Beneficiaries' Rights To The Disclosure Of Trust Documents


The purpose of this briefing note is to consider Jersey

trust law in relation to beneficiaries' rights to trust

documents, in particular, Article 29 of the Trusts (Jersey) Law

1984, as amended, and the cases of In re Rabaiotti 1989

Settlement [2000 JLR 173] and Schmidt v. Rosewood Trust

Company Ltd [2003] 3 All ER 76.


In the English case of Armitage v. Nurse [1998] Ch

241 it was held that there was an irreducible core of

obligations owed by a trustee to beneficiaries which is

fundamental to the concept of a trust. If those obligations are

missing then there is no trust. The duty of a trustee to

account to beneficiaries for his administration of a trust is

one of those core obligations and the right of beneficiaries to

trust documents enables beneficiaries to enforce that duty to


Although it is clear that, in principle, beneficiaries have

a right to see trust documents, it is also the case that there

are limitations on this right and, as a result, it is often

difficult for a trustee to decide how to react to requests for





Article 29

Article 29 of the Law reads as follows:

"Trustee may refuse to make disclosure

Subject to the terms of the trust and subject to any

order of the court, a trustee shall not be required to disclose

to any person, any document which -

discloses the trustee's deliberations as to the

manner in which the trustee has exercised a power or

discretion or performed a duty conferred or imposed upon

him or her;

discloses the reason for any particular exercise of

such power or discretion or performance of duty or the

material upon which such reason shall or might have been


relates to the exercise or proposed exercise of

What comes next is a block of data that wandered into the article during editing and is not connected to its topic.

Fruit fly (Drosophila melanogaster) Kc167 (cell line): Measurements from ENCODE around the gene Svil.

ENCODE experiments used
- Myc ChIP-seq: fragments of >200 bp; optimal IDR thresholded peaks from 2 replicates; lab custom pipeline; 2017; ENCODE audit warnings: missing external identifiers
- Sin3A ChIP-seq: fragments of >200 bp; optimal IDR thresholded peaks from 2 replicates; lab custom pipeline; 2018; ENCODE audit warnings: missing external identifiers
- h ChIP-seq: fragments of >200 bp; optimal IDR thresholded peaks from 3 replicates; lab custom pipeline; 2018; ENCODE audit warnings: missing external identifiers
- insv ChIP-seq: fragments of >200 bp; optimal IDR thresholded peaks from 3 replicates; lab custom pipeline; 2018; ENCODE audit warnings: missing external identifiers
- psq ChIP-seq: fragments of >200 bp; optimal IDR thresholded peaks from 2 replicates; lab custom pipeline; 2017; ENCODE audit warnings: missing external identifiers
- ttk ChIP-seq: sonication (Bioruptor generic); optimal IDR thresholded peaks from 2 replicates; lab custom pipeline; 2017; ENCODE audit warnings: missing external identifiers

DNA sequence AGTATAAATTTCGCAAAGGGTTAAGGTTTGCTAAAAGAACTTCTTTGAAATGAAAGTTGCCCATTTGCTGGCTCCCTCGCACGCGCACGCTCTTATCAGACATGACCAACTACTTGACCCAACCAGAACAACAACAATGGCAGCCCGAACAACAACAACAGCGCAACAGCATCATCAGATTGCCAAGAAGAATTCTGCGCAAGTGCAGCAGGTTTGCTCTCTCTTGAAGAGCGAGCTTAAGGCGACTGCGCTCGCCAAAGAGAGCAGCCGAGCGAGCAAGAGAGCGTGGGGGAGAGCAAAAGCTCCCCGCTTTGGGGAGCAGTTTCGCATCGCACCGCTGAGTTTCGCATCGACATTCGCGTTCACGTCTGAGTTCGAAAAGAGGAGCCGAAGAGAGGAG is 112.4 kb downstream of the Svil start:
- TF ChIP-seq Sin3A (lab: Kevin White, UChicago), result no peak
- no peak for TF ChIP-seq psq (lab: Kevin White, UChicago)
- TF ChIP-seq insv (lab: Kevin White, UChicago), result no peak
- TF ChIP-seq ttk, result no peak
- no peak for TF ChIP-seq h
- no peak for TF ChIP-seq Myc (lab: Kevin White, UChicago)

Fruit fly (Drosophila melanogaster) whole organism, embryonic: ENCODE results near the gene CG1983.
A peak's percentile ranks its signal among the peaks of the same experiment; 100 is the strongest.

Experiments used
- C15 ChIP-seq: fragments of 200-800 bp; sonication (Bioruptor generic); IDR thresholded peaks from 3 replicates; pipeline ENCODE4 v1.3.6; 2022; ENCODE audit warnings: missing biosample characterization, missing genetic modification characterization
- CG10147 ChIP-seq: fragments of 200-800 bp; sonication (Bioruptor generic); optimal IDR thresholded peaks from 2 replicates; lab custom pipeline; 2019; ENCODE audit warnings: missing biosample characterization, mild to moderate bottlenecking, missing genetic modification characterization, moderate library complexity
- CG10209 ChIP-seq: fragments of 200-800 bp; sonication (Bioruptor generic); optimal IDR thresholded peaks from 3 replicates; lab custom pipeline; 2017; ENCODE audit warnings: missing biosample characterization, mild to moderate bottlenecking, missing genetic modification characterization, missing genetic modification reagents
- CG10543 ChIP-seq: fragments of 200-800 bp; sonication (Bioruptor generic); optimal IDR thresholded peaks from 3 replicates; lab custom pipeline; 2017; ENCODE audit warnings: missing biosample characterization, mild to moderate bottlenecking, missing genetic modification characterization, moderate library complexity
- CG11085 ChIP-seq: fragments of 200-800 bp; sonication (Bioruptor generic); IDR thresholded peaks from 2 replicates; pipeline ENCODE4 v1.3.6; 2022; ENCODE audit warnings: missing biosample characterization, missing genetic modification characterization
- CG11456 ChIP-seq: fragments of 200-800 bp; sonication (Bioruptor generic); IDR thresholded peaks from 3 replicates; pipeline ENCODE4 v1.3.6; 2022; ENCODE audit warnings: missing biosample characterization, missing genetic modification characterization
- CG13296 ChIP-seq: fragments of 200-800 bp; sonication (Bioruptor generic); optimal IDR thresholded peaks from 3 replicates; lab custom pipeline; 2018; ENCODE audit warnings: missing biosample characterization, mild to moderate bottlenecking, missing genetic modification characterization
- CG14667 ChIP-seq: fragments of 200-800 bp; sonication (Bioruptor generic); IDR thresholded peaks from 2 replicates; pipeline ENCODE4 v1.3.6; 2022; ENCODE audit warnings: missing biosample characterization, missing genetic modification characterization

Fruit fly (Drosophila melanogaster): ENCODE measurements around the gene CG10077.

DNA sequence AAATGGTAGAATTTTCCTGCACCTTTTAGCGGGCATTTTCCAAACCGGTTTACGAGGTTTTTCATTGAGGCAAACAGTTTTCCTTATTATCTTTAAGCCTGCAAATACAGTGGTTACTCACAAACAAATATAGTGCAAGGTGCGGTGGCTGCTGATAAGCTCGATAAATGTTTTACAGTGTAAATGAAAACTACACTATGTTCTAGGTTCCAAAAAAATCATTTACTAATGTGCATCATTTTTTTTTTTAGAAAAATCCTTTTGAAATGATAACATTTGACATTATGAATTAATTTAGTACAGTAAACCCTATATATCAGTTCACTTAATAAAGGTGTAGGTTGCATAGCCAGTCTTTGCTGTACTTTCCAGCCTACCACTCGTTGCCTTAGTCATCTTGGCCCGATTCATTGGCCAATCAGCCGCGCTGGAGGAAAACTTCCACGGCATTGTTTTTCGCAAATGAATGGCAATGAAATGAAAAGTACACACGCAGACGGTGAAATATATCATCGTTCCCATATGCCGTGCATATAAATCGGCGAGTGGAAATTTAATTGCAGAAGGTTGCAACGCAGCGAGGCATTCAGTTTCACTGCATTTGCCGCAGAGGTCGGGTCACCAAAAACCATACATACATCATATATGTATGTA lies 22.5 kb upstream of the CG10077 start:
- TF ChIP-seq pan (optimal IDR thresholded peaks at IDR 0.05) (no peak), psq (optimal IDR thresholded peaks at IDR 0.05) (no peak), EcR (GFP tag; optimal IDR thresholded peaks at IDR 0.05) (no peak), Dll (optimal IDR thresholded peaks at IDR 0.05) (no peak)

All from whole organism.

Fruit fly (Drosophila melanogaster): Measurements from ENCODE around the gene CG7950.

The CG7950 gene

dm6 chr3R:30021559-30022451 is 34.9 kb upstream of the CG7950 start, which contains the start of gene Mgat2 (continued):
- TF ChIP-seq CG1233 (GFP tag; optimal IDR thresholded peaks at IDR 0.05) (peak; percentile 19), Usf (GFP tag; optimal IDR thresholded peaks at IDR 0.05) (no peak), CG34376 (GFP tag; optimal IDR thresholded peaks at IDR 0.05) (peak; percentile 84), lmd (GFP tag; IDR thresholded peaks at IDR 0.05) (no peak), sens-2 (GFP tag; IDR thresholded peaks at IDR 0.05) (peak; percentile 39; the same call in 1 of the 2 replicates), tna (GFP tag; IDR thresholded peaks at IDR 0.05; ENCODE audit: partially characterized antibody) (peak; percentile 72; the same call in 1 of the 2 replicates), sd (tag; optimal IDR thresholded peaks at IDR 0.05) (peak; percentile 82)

such power or discretion or the performance or proposed

performance of such duty; or

relates to or forms part of the accounts of the


unless, in a case to which sub-paragraph (d) applies,

that person is a beneficiary under the trust not being a

charity, or a charity which is referred to by name in the terms

of the trust as a beneficiary under the trust or the enforcer

in relation to any non-charitable purposes of the


The right of beneficiaries to see the accounts of

the trust

At first glance Article 29 can appear somewhat confusing,

but it is clear that, despite its heading, it confers positive

rights on beneficiaries to see documents relating to the

accounts of the trust (a point confirmed in Rabaiotti).

Unfortunately, the meaning and scope of the phrase,

"documents which relate to or form part of the

accounts of the trust", is not entirely clear. In

West v. Lazard [1987-88 JLR 414] it was given a very

wide meaning so as to include "all accounts, vouchers,

coupons, documents, and correspondence relating to the

administration of the trust property". However In re

Lombardo Settlement (5 December 1990 unreported) and In re a

settlement [1994 JLR 139] it was suggested that the phrase did

not have such a wide meaning. The Economic Development

Committee, in its recent consultation on proposed amendments to

the Law, did consider introducing a definition of accounts but

decided that to do so would be too difficult.

Documents which beneficiaries are not entitled to


Article 29 also sets out several categories of documents

which a trustee is not normally required to disclose to

beneficiaries, namely, documents which fall within

sub-paragraphs (a) to (c). In very general terms, they are

those documents which set out the reasons for the exercise of

the trustee's powers or the performance of his duties.

The role of the courts and the trust


It is also important to note the opening words of the

Article, which make it clear that disclosure or nondisclosure

(as the case may be) is subject to an order of the court (see

Rabaiotti below) or the terms of the trust instrument. In

relation to the latter, it may be possible for a trust

instrument to further restrict beneficiaries' rights to

trust documents or indeed widen them beyond the scope of

Article 29. What is clear though is that the trust instrument

cannot unduly restrict or exclude entirely beneficiaries'

rights to trust documents and...

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